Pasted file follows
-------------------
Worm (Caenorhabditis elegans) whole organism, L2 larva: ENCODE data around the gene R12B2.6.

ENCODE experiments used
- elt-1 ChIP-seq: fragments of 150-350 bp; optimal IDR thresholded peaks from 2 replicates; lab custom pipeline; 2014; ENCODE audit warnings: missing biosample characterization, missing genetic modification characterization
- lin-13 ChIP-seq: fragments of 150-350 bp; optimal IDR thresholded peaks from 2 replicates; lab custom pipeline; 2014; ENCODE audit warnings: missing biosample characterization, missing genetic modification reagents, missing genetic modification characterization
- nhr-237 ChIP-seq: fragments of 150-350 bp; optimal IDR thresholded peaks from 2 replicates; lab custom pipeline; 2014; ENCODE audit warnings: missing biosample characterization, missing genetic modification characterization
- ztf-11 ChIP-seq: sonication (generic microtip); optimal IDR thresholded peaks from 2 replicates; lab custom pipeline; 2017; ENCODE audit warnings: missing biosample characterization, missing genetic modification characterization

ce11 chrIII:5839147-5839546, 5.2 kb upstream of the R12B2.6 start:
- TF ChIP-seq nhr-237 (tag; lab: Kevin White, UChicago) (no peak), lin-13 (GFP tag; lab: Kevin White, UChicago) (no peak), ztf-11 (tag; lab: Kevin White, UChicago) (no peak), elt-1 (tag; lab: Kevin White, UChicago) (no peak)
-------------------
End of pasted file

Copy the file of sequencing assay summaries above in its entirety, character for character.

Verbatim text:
Worm (Caenorhabditis elegans) whole organism, L2 larva: ENCODE data around the gene R12B2.6.

ENCODE experiments used
- elt-1 ChIP-seq: fragments of 150-350 bp; optimal IDR thresholded peaks from 2 replicates; lab custom pipeline; 2014; ENCODE audit warnings: missing biosample characterization, missing genetic modification characterization
- lin-13 ChIP-seq: fragments of 150-350 bp; optimal IDR thresholded peaks from 2 replicates; lab custom pipeline; 2014; ENCODE audit warnings: missing biosample characterization, missing genetic modification reagents, missing genetic modification characterization
- nhr-237 ChIP-seq: fragments of 150-350 bp; optimal IDR thresholded peaks from 2 replicates; lab custom pipeline; 2014; ENCODE audit warnings: missing biosample characterization, missing genetic modification characterization
- ztf-11 ChIP-seq: sonication (generic microtip); optimal IDR thresholded peaks from 2 replicates; lab custom pipeline; 2017; ENCODE audit warnings: missing biosample characterization, missing genetic modification characterization

ce11 chrIII:5839147-5839546, 5.2 kb upstream of the R12B2.6 start:
- TF ChIP-seq nhr-237 (tag; lab: Kevin White, UChicago) (no peak), lin-13 (GFP tag; lab: Kevin White, UChicago) (no peak), ztf-11 (tag; lab: Kevin White, UChicago) (no peak), elt-1 (tag; lab: Kevin White, UChicago) (no peak)